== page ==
Suddenly a shot rang out! A door slammed. The maid screamed. Suddenly a pirate ship appeared on the horizon! While millions of people were starving, the king lived in luxury. Meanwhile, on a small farm in Kansas, a boy was growing up.
High Bid is a relatively simple auction game about collecting sets of rare antiques. The trick is that each antique is worth plenty on its own, but considerably more as part of a set. Throughout the game, you will add new antiques to your collection and sell off mis-matched high-valued antiques in order to build the highest-valued collection at the end of the game.
If you ever watch Antiques Roadshow, you know that the valuation of antiques, especially really odd collectibles, is sometimes hit-or-miss. The appraisers on the show will often give a number of possible sale prices to the treasure-hunters who bring their stuff to be valued, depending on the strength of the market, the possibility of the item being a forgery, the season of the year, and who knows what else. In High Bid, this variation in the valuation of antiques is captured, though perhaps a bit too randomly. Values can fluctuate by as much as a four-fold difference based on nothing but the roll of a die. There are a few ways to mitigate some bad luck, but ultimately not quite enough to really feel like you are controlling your fate. Close, but no cigar.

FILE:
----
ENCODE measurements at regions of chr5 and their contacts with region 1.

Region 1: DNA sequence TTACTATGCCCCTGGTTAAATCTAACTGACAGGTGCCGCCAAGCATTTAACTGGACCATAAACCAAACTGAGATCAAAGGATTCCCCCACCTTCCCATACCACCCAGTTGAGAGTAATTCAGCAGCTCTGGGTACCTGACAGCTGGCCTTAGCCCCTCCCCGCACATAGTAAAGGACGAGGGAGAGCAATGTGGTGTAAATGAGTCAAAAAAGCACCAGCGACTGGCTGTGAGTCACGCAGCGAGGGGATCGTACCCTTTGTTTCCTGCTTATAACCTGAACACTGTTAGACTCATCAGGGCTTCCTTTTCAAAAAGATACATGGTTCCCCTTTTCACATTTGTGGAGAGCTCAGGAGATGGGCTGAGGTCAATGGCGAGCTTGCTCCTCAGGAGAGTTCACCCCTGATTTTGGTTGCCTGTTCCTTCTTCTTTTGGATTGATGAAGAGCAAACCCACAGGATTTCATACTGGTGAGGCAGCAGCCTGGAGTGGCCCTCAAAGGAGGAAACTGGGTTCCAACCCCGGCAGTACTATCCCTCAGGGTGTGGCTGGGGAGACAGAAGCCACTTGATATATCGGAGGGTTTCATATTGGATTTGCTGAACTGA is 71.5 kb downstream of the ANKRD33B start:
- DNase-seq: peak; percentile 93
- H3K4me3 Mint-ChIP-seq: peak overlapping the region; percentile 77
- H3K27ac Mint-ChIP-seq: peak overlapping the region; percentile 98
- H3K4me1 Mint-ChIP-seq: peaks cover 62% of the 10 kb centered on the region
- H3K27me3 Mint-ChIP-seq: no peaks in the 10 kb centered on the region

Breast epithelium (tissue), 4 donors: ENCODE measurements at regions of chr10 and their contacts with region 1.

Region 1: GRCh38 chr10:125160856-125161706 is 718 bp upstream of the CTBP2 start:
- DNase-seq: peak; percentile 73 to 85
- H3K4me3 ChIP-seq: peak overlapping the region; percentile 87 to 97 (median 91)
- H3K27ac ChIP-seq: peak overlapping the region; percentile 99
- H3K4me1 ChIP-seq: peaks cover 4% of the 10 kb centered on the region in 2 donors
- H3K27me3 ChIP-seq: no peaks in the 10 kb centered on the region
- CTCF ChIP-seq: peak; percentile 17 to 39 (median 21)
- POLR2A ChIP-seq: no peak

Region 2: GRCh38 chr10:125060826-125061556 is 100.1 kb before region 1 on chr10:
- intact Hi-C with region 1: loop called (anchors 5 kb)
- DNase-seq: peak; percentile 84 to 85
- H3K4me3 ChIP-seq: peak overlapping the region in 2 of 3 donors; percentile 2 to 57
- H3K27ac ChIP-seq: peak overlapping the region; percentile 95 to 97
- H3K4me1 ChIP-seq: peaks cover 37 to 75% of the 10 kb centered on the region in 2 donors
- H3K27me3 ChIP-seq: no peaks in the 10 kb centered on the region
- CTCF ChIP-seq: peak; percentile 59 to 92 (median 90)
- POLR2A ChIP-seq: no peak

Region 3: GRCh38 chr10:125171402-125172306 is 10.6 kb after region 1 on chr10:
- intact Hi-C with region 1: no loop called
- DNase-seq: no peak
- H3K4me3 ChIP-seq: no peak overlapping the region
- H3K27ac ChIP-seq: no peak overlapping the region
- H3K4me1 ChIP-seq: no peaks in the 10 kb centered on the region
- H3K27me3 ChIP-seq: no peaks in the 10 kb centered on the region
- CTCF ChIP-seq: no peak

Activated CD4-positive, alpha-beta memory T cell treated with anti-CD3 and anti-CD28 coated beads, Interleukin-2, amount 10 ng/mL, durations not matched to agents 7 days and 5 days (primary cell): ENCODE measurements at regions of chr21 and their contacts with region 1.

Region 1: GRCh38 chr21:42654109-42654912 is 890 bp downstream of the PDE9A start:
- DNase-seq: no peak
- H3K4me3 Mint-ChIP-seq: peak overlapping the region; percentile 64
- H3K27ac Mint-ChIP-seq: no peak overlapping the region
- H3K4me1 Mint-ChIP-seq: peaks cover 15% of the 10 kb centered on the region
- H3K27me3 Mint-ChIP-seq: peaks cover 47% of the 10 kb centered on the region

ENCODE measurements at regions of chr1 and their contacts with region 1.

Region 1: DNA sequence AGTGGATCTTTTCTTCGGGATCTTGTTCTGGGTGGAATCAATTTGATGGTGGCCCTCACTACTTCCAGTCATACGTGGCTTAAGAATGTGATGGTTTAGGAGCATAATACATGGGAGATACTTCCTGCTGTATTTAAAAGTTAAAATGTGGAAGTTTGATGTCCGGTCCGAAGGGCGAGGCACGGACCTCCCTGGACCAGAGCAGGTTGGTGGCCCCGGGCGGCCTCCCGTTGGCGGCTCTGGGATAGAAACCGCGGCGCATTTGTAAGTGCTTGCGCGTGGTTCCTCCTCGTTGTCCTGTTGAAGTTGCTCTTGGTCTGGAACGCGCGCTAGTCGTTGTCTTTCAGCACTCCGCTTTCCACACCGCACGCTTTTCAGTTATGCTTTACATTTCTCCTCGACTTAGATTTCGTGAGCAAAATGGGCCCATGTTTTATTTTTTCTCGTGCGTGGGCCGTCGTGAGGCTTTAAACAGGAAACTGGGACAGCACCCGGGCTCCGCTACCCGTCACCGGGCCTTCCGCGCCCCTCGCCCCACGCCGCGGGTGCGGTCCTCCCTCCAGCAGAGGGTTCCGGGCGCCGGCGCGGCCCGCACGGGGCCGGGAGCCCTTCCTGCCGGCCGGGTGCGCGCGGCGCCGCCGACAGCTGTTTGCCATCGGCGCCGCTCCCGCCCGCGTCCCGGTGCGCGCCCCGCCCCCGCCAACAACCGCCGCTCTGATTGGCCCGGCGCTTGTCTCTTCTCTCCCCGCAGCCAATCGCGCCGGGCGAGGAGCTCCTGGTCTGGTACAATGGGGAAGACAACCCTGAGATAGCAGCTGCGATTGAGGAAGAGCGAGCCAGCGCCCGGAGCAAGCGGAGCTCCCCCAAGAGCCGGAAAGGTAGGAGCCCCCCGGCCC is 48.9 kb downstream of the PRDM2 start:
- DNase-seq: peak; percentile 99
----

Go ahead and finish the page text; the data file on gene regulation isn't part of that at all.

Each player starts with some seed money, but no antiques in their collection. Every round, a new antique will be put up on the auction block and the players will bid on it in the typical fashion. The winner takes the antique, and may then sell a number of the other items in their collection should they wish to. This goes round and round until the deck of antiques runs out or someone makes over $5,000 and thinks they have a more valuable collection than anyone else (they don't have to try to claim victory once they reach $5,000 if they don't think their collection is the most valuable). The different antiques up for auction belong to a number of different collections or sets. If you get all of one set, the value of the set as a whole is represented by a large bonus. Winning the game depends upon completing high-valued sets.
There are a few twists to keep the game interesting. First of all, the higher-valued sets typically contain the most highly-valued individual antiques. This means that in order to get the huge bonuses for the big sets, you'll have to hold on to valuable antiques that you could be selling off individually for big bucks. This makes for some very interesting decisions come selling time. Ideally, you'd like the largest bonuses as they make you the most money in the quickest fashion, but money can become excruciatingly tight in the game, and you will need to have income or you won't be able to buy up any more of your high-valued set should the antiques come out. Managing your cash flow is the key strategic decision in this game and you can, with poor play, end up in a situation where you just have to sit and pass until the end of the game, because you won't be allowed to sell anything (and, thus, make more money to bid with) until you actually win an auction. This can get frustrating.